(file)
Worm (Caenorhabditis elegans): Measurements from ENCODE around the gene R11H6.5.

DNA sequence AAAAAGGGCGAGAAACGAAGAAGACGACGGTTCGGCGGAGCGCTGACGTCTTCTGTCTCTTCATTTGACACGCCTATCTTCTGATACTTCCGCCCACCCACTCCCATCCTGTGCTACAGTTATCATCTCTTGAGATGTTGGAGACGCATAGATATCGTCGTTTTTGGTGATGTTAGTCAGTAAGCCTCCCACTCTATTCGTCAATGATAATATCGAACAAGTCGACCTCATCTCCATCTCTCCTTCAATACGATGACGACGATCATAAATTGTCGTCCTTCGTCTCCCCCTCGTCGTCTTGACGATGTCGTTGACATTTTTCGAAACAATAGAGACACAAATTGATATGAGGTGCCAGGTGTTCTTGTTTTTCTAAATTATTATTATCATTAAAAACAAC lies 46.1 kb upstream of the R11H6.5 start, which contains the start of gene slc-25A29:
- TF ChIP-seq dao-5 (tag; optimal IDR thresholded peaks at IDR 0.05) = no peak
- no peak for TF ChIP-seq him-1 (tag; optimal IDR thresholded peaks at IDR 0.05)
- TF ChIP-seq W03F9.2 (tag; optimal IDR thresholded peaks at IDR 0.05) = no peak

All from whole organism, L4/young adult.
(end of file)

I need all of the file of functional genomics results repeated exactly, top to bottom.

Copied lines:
Worm (Caenorhabditis elegans): Measurements from ENCODE around the gene R11H6.5.

DNA sequence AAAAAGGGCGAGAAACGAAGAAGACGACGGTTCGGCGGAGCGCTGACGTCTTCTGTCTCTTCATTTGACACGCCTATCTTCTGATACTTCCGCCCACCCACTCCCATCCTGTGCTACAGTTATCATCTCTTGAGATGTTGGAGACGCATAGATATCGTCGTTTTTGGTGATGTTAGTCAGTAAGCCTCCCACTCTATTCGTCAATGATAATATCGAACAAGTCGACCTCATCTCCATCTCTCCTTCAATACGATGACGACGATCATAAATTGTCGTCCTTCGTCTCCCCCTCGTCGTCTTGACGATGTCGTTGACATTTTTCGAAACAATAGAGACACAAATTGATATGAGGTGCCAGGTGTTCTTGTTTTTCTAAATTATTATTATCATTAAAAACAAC lies 46.1 kb upstream of the R11H6.5 start, which contains the start of gene slc-25A29:
- TF ChIP-seq dao-5 (tag; optimal IDR thresholded peaks at IDR 0.05) = no peak
- no peak for TF ChIP-seq him-1 (tag; optimal IDR thresholded peaks at IDR 0.05)
- TF ChIP-seq W03F9.2 (tag; optimal IDR thresholded peaks at IDR 0.05) = no peak

All from whole organism, L4/young adult.